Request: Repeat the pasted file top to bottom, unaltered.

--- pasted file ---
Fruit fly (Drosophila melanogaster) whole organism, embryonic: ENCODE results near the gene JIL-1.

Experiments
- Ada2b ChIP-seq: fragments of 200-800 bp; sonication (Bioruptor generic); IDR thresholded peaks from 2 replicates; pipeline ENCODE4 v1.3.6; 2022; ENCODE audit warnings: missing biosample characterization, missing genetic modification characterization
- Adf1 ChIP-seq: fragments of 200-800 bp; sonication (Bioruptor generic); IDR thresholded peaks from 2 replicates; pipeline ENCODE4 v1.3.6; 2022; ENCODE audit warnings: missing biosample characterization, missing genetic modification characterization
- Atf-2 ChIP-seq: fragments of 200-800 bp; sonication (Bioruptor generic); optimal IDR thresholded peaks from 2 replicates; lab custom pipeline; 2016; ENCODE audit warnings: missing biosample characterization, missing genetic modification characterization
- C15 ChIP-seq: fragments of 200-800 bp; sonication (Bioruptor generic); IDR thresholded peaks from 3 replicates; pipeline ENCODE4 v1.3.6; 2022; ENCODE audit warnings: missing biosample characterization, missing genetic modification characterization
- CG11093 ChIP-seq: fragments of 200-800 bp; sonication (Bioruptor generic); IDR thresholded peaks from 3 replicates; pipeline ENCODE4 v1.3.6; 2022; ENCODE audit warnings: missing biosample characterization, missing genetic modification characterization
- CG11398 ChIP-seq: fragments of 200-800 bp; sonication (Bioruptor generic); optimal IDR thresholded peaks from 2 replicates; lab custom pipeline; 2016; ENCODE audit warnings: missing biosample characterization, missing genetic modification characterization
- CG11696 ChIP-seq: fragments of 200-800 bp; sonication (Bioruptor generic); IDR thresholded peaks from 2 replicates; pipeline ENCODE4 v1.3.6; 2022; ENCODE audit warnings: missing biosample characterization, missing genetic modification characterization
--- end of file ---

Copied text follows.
Fruit fly (Drosophila melanogaster) whole organism, embryonic: ENCODE results near the gene JIL-1.

Experiments
- Ada2b ChIP-seq: fragments of 200-800 bp; sonication (Bioruptor generic); IDR thresholded peaks from 2 replicates; pipeline ENCODE4 v1.3.6; 2022; ENCODE audit warnings: missing biosample characterization, missing genetic modification characterization
- Adf1 ChIP-seq: fragments of 200-800 bp; sonication (Bioruptor generic); IDR thresholded peaks from 2 replicates; pipeline ENCODE4 v1.3.6; 2022; ENCODE audit warnings: missing biosample characterization, missing genetic modification characterization
- Atf-2 ChIP-seq: fragments of 200-800 bp; sonication (Bioruptor generic); optimal IDR thresholded peaks from 2 replicates; lab custom pipeline; 2016; ENCODE audit warnings: missing biosample characterization, missing genetic modification characterization
- C15 ChIP-seq: fragments of 200-800 bp; sonication (Bioruptor generic); IDR thresholded peaks from 3 replicates; pipeline ENCODE4 v1.3.6; 2022; ENCODE audit warnings: missing biosample characterization, missing genetic modification characterization
- CG11093 ChIP-seq: fragments of 200-800 bp; sonication (Bioruptor generic); IDR thresholded peaks from 3 replicates; pipeline ENCODE4 v1.3.6; 2022; ENCODE audit warnings: missing biosample characterization, missing genetic modification characterization
- CG11398 ChIP-seq: fragments of 200-800 bp; sonication (Bioruptor generic); optimal IDR thresholded peaks from 2 replicates; lab custom pipeline; 2016; ENCODE audit warnings: missing biosample characterization, missing genetic modification characterization
- CG11696 ChIP-seq: fragments of 200-800 bp; sonication (Bioruptor generic); IDR thresholded peaks from 2 replicates; pipeline ENCODE4 v1.3.6; 2022; ENCODE audit warnings: missing biosample characterization, missing genetic modification characterization